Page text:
The most trying thing about working in a rural environment is not the lack of better roads or basic services not reaching areas that need them the most – it is watching people falling through the cracks of a system designed to improve their status quo. On any given day community media journalists get bombarded with complaints from members of the public wishing for recourse for the injustices they’re faced with. Community media is viewed as a salvation for those who are looking for affirmation that they are right in demanding better treatment from those entrusted with bringing them services.
It’s not uncommon to hear stories of local clinics closing after lunch because the nurses are too tired to continue working. Either that or they are just unwilling to do their jobs. The negative attitude public servants greet rural masses with also leaves a lot to be desired. These are people who have to wake up in the wee hours of the morning to walk long distances for hours queuing to get help. More often than not it has to take a call and few follow ups from a newsroom to help someone obtain their ID from home affairs due to years of unexplained delays. Here nothing happens unless you know people who can push it. This has become a normal part of working for a community media. It can be as fulfilling as it can be frustrating.
Frustration perhaps is a word I can best describe the plight of girl students at a Ninakhulu Primary School in Lulekani villages around Ba-Phalaborwa Municipality.
From a distance their new school looks like it was plucked from a city and put in this arid area surrounded by golden grass. When you step inside and meet the students you don’t need the principal to tell you that a big percentage of the learners come from poor family backgrounds. You will still need to give your ear to listen to the situations most go back home to after each school day. When the school year calendar ends the principal identifies learners whose need for food are more urgent, in order to give what is left from the government’s feeding scheme to them. At times their food packages get stolen as their households have no doors.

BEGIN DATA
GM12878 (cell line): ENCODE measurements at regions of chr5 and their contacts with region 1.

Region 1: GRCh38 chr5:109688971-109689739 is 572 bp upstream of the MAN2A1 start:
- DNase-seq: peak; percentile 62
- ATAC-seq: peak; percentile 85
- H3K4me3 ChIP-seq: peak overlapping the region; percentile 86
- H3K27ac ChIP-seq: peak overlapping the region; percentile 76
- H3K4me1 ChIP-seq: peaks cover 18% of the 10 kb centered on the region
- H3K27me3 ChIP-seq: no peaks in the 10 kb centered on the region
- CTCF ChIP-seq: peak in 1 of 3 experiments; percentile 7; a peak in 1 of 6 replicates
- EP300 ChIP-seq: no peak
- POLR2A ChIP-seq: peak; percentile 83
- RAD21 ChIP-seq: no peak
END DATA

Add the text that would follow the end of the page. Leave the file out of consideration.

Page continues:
I first came across their story as a rumour that turned out to be a dire need for girls, many of whom at puberty are at the threshold of womanhood. The story was that a high rate of absenteeism among female learners had lead to an investigation that uncovered that the girls would be absent for an average of three days per week. Upon further investigation the acting principal Mrs Sibiya said she discovered that learners were absent during their periods. She had conducted this investigation talking to them and assessing their backgrounds. The majority of the girls came from impoverished households and their parents could not afford sanitary pads.
Not having sanitary towels to aid them during their periods is a problem the girls’ families cannot afford to have. The principal took it upon herself to do something about this. Armed with a zero budget and mostly hoping for donations from members of the public she started her request for help with the common of “Can your radio station please help…..” Like most people in this area community media is where she hopes her girls’ salvation will come from.
If you can assist, please contact us on firstname.lastname@example.org and we will put you in touch with the principal directly.